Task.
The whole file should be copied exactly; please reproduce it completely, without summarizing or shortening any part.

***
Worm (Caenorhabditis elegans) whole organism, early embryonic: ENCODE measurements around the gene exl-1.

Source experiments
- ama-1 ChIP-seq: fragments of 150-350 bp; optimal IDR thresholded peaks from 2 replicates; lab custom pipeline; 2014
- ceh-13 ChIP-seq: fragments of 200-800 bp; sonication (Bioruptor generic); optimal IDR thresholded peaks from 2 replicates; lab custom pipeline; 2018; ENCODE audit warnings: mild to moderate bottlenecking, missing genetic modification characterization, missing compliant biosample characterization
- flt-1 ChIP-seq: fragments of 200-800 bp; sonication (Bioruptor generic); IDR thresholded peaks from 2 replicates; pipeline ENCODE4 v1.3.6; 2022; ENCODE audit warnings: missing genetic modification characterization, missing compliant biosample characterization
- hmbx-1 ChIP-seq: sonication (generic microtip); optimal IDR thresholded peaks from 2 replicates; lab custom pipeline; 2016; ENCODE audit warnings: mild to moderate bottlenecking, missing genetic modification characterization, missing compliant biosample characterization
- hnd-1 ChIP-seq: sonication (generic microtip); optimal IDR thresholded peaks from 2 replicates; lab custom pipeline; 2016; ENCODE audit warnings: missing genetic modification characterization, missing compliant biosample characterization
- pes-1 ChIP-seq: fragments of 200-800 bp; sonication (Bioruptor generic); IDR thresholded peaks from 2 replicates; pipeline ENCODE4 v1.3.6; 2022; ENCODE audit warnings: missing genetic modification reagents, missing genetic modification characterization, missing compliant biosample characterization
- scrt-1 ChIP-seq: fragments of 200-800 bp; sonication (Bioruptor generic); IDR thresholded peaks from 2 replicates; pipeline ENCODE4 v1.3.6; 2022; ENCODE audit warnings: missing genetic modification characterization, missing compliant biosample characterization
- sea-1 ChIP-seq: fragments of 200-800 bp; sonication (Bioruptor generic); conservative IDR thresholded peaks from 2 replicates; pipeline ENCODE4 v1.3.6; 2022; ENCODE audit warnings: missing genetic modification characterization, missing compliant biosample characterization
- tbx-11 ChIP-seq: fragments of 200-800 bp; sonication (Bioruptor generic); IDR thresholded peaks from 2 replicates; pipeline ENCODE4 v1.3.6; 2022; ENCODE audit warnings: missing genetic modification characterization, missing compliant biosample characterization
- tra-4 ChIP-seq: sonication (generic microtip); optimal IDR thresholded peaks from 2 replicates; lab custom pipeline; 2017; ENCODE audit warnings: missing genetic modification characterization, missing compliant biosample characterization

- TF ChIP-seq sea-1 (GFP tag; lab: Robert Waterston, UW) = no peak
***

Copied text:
Worm (Caenorhabditis elegans) whole organism, early embryonic: ENCODE measurements around the gene exl-1.

Source experiments
- ama-1 ChIP-seq: fragments of 150-350 bp; optimal IDR thresholded peaks from 2 replicates; lab custom pipeline; 2014
- ceh-13 ChIP-seq: fragments of 200-800 bp; sonication (Bioruptor generic); optimal IDR thresholded peaks from 2 replicates; lab custom pipeline; 2018; ENCODE audit warnings: mild to moderate bottlenecking, missing genetic modification characterization, missing compliant biosample characterization
- flt-1 ChIP-seq: fragments of 200-800 bp; sonication (Bioruptor generic); IDR thresholded peaks from 2 replicates; pipeline ENCODE4 v1.3.6; 2022; ENCODE audit warnings: missing genetic modification characterization, missing compliant biosample characterization
- hmbx-1 ChIP-seq: sonication (generic microtip); optimal IDR thresholded peaks from 2 replicates; lab custom pipeline; 2016; ENCODE audit warnings: mild to moderate bottlenecking, missing genetic modification characterization, missing compliant biosample characterization
- hnd-1 ChIP-seq: sonication (generic microtip); optimal IDR thresholded peaks from 2 replicates; lab custom pipeline; 2016; ENCODE audit warnings: missing genetic modification characterization, missing compliant biosample characterization
- pes-1 ChIP-seq: fragments of 200-800 bp; sonication (Bioruptor generic); IDR thresholded peaks from 2 replicates; pipeline ENCODE4 v1.3.6; 2022; ENCODE audit warnings: missing genetic modification reagents, missing genetic modification characterization, missing compliant biosample characterization
- scrt-1 ChIP-seq: fragments of 200-800 bp; sonication (Bioruptor generic); IDR thresholded peaks from 2 replicates; pipeline ENCODE4 v1.3.6; 2022; ENCODE audit warnings: missing genetic modification characterization, missing compliant biosample characterization
- sea-1 ChIP-seq: fragments of 200-800 bp; sonication (Bioruptor generic); conservative IDR thresholded peaks from 2 replicates; pipeline ENCODE4 v1.3.6; 2022; ENCODE audit warnings: missing genetic modification characterization, missing compliant biosample characterization
- tbx-11 ChIP-seq: fragments of 200-800 bp; sonication (Bioruptor generic); IDR thresholded peaks from 2 replicates; pipeline ENCODE4 v1.3.6; 2022; ENCODE audit warnings: missing genetic modification characterization, missing compliant biosample characterization
- tra-4 ChIP-seq: sonication (generic microtip); optimal IDR thresholded peaks from 2 replicates; lab custom pipeline; 2017; ENCODE audit warnings: missing genetic modification characterization, missing compliant biosample characterization

- TF ChIP-seq sea-1 (GFP tag; lab: Robert Waterston, UW) = no peak